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NOTE: use Perl; is on undef hiatus. You can read content, but you can't post it. More info will be forthcoming forthcomingly.

All the Perl that's Practical to Extract and Report

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  • I too wistfully miss that warmer Australian weather especially at this time of year in the UK.

    In your previous entry you mentioned minutes of a meeting at which SVG issues of kerning and ligatures etc. were discussed - where might those be published? I'm fascinated by SVG but come from a Postscript/PDF perspective and am trying to get a handle on SVGs capabilities/limitations WRT text layout, fonts, presentation quality etc.

    • They'll be published as soon as I'm done cleaning them up :) However I doubt you'll find them of much interest as such though. They are minutes of a live discussion addressing for the most part what happens if a user has defined a ligature in an SVG font that crosses bidi boundaries. It won't give you a good idea of what SVG can do.

      As for what SVG can do, well, it's pretty much powerful like hell. I'm biased of course, but speaking the truth nevertheless ;) The next big step for printers is to star

      --

      -- Robin Berjon [berjon.com]

      • by gtod (2306) on 2003.01.22 9:39 (#16268)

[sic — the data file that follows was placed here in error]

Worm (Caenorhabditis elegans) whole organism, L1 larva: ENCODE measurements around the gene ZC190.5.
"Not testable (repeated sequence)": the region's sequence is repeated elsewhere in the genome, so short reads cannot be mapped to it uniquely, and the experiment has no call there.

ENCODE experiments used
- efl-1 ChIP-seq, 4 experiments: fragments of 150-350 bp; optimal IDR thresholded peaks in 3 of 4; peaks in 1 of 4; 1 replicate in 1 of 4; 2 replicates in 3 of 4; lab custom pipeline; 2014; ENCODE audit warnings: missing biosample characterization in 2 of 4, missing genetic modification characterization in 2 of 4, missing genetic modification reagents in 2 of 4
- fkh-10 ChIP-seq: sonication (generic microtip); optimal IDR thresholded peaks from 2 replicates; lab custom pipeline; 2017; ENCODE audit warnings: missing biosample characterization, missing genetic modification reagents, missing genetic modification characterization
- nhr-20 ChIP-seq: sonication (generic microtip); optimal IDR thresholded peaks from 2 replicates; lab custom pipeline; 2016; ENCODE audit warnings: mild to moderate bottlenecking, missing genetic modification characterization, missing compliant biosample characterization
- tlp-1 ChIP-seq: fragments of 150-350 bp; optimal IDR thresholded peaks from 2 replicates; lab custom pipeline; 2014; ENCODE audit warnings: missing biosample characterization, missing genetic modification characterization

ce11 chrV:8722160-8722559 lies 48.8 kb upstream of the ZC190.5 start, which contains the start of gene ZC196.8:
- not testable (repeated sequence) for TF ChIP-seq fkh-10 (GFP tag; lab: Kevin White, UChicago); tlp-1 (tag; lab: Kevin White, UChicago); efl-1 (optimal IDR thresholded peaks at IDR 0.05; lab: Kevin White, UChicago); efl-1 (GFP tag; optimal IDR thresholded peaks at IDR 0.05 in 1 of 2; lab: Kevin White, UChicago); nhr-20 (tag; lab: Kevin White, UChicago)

Thanks for the generous reply!

        I'm writing a tool a developer would use to create a data driven report. For previous generations of this tool I've emitted PDF. Now I think SVG might be better - especially for web presentation.

        The other thing you want to do is print these reports - it would be great if printers could consume SVG but for now I'm not troubled as I imagine it wouldn't be too hard to write a special case svg2ps converter (at least for the SVGs my tool is authoring).

        The big issue seems to be to be fonts. Assuming I'm a developer using this SVG creation tool of mine can I use a font I've got installed on my system (say Type1 Garamond) to precisely control the formatting of text in my SVG output file? I'm talking inter-letter and inter-word spacing and kerning. This is (of course) what you can do in PDF. If the answer is yes - great news! It is given that my tool uses the the font metric files to do all the precise positioning - that's no problem. However if there are no inter-letter and inter-word spacing operators you end up having to individually position every character for full justification -which might be too ugly for my liking...

        Now if I send this SVG file to someone who does not have Garamond installed - can I embed the font in the SVG file as I can with PDF to ensure perfect fidelity?

        I think I'm a bit confused on the SVG font issue because the spec refers to the CSS2 font mechanism which means nothing to me. And then there's this page which is a bit scary: SVG fonts shame [levien.com]

        • It's hard to tell if SVG is or not right for what you are looking for, at least until the next version. Spacing and kerning can be controlled to a degree but using a system font, depending on how much control you want you may have to go to absolute positionning of individual glyphs.

          What yo umight want to do there is use the system font to SVG font converter that ships with Batik and use that to get an SVG font over which you then have full control. That's the way in which fonts are embedded into SV

          --

          -- Robin Berjon [berjon.com]